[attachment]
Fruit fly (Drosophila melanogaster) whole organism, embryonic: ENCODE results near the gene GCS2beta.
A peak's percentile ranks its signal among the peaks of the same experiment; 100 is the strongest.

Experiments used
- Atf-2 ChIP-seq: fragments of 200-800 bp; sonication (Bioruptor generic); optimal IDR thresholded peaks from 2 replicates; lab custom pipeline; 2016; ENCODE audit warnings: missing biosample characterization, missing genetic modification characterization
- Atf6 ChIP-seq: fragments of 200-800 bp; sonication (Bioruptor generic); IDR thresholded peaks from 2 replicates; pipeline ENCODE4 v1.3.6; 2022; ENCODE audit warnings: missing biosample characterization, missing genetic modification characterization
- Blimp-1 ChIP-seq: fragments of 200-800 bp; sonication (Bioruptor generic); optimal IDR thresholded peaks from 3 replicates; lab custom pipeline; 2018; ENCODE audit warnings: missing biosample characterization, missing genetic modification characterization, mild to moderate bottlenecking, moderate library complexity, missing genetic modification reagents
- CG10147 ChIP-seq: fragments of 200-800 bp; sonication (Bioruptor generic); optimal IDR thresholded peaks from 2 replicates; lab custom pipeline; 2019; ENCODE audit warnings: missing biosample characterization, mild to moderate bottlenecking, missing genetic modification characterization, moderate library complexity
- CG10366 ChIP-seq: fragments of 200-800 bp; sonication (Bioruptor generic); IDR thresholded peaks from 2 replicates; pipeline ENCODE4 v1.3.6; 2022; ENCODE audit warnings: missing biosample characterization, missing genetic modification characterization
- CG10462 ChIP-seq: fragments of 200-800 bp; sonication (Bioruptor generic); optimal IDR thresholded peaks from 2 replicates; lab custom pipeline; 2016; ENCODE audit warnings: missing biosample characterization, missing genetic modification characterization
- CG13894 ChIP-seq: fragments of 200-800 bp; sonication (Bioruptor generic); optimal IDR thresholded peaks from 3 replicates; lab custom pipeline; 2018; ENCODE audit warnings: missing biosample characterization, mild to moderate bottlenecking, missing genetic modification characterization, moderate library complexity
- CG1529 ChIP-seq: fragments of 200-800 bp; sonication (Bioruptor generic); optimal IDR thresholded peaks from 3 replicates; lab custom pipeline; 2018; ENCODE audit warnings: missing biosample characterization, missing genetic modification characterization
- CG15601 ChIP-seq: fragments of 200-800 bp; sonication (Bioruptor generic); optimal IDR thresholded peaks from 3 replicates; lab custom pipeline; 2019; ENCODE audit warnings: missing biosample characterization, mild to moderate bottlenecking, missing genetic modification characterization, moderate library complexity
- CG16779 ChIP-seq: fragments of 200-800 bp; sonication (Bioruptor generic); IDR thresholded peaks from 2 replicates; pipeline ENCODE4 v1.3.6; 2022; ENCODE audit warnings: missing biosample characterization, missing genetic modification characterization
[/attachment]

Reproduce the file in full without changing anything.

Fruit fly (Drosophila melanogaster) whole organism, embryonic: ENCODE results near the gene GCS2beta.
A peak's percentile ranks its signal among the peaks of the same experiment; 100 is the strongest.

Experiments used
- Atf-2 ChIP-seq: fragments of 200-800 bp; sonication (Bioruptor generic); optimal IDR thresholded peaks from 2 replicates; lab custom pipeline; 2016; ENCODE audit warnings: missing biosample characterization, missing genetic modification characterization
- Atf6 ChIP-seq: fragments of 200-800 bp; sonication (Bioruptor generic); IDR thresholded peaks from 2 replicates; pipeline ENCODE4 v1.3.6; 2022; ENCODE audit warnings: missing biosample characterization, missing genetic modification characterization
- Blimp-1 ChIP-seq: fragments of 200-800 bp; sonication (Bioruptor generic); optimal IDR thresholded peaks from 3 replicates; lab custom pipeline; 2018; ENCODE audit warnings: missing biosample characterization, missing genetic modification characterization, mild to moderate bottlenecking, moderate library complexity, missing genetic modification reagents
- CG10147 ChIP-seq: fragments of 200-800 bp; sonication (Bioruptor generic); optimal IDR thresholded peaks from 2 replicates; lab custom pipeline; 2019; ENCODE audit warnings: missing biosample characterization, mild to moderate bottlenecking, missing genetic modification characterization, moderate library complexity
- CG10366 ChIP-seq: fragments of 200-800 bp; sonication (Bioruptor generic); IDR thresholded peaks from 2 replicates; pipeline ENCODE4 v1.3.6; 2022; ENCODE audit warnings: missing biosample characterization, missing genetic modification characterization
- CG10462 ChIP-seq: fragments of 200-800 bp; sonication (Bioruptor generic); optimal IDR thresholded peaks from 2 replicates; lab custom pipeline; 2016; ENCODE audit warnings: missing biosample characterization, missing genetic modification characterization
- CG13894 ChIP-seq: fragments of 200-800 bp; sonication (Bioruptor generic); optimal IDR thresholded peaks from 3 replicates; lab custom pipeline; 2018; ENCODE audit warnings: missing biosample characterization, mild to moderate bottlenecking, missing genetic modification characterization, moderate library complexity
- CG1529 ChIP-seq: fragments of 200-800 bp; sonication (Bioruptor generic); optimal IDR thresholded peaks from 3 replicates; lab custom pipeline; 2018; ENCODE audit warnings: missing biosample characterization, missing genetic modification characterization
- CG15601 ChIP-seq: fragments of 200-800 bp; sonication (Bioruptor generic); optimal IDR thresholded peaks from 3 replicates; lab custom pipeline; 2019; ENCODE audit warnings: missing biosample characterization, mild to moderate bottlenecking, missing genetic modification characterization, moderate library complexity
- CG16779 ChIP-seq: fragments of 200-800 bp; sonication (Bioruptor generic); IDR thresholded peaks from 2 replicates; pipeline ENCODE4 v1.3.6; 2022; ENCODE audit warnings: missing biosample characterization, missing genetic modification characterization